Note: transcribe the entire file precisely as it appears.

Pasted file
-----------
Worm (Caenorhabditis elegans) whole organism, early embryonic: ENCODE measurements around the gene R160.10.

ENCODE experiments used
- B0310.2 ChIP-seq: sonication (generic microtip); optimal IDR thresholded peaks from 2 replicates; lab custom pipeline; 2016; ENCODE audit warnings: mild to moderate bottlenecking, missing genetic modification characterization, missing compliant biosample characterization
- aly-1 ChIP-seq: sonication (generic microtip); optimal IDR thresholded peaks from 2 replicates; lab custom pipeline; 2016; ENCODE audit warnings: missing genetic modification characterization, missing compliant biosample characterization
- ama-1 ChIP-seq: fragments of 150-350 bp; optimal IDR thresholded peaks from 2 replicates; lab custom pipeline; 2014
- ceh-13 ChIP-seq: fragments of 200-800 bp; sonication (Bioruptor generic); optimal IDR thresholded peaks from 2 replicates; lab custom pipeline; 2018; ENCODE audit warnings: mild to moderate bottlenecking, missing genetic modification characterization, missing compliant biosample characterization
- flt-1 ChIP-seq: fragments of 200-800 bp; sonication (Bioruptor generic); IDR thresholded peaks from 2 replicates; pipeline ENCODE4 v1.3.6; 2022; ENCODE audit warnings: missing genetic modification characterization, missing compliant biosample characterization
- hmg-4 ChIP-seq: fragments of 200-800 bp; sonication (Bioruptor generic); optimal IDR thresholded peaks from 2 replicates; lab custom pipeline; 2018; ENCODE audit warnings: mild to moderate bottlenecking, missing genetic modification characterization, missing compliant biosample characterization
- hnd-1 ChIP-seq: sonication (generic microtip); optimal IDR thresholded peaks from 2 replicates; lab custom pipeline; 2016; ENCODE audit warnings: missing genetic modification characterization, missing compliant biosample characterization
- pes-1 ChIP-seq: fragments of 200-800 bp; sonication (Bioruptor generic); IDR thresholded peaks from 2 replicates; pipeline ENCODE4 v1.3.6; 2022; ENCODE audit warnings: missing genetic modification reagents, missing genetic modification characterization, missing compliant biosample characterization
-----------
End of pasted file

Worm (Caenorhabditis elegans) whole organism, early embryonic: ENCODE measurements around the gene R160.10.

ENCODE experiments used
- B0310.2 ChIP-seq: sonication (generic microtip); optimal IDR thresholded peaks from 2 replicates; lab custom pipeline; 2016; ENCODE audit warnings: mild to moderate bottlenecking, missing genetic modification characterization, missing compliant biosample characterization
- aly-1 ChIP-seq: sonication (generic microtip); optimal IDR thresholded peaks from 2 replicates; lab custom pipeline; 2016; ENCODE audit warnings: missing genetic modification characterization, missing compliant biosample characterization
- ama-1 ChIP-seq: fragments of 150-350 bp; optimal IDR thresholded peaks from 2 replicates; lab custom pipeline; 2014
- ceh-13 ChIP-seq: fragments of 200-800 bp; sonication (Bioruptor generic); optimal IDR thresholded peaks from 2 replicates; lab custom pipeline; 2018; ENCODE audit warnings: mild to moderate bottlenecking, missing genetic modification characterization, missing compliant biosample characterization
- flt-1 ChIP-seq: fragments of 200-800 bp; sonication (Bioruptor generic); IDR thresholded peaks from 2 replicates; pipeline ENCODE4 v1.3.6; 2022; ENCODE audit warnings: missing genetic modification characterization, missing compliant biosample characterization
- hmg-4 ChIP-seq: fragments of 200-800 bp; sonication (Bioruptor generic); optimal IDR thresholded peaks from 2 replicates; lab custom pipeline; 2018; ENCODE audit warnings: mild to moderate bottlenecking, missing genetic modification characterization, missing compliant biosample characterization
- hnd-1 ChIP-seq: sonication (generic microtip); optimal IDR thresholded peaks from 2 replicates; lab custom pipeline; 2016; ENCODE audit warnings: missing genetic modification characterization, missing compliant biosample characterization
- pes-1 ChIP-seq: fragments of 200-800 bp; sonication (Bioruptor generic); IDR thresholded peaks from 2 replicates; pipeline ENCODE4 v1.3.6; 2022; ENCODE audit warnings: missing genetic modification reagents, missing genetic modification characterization, missing compliant biosample characterization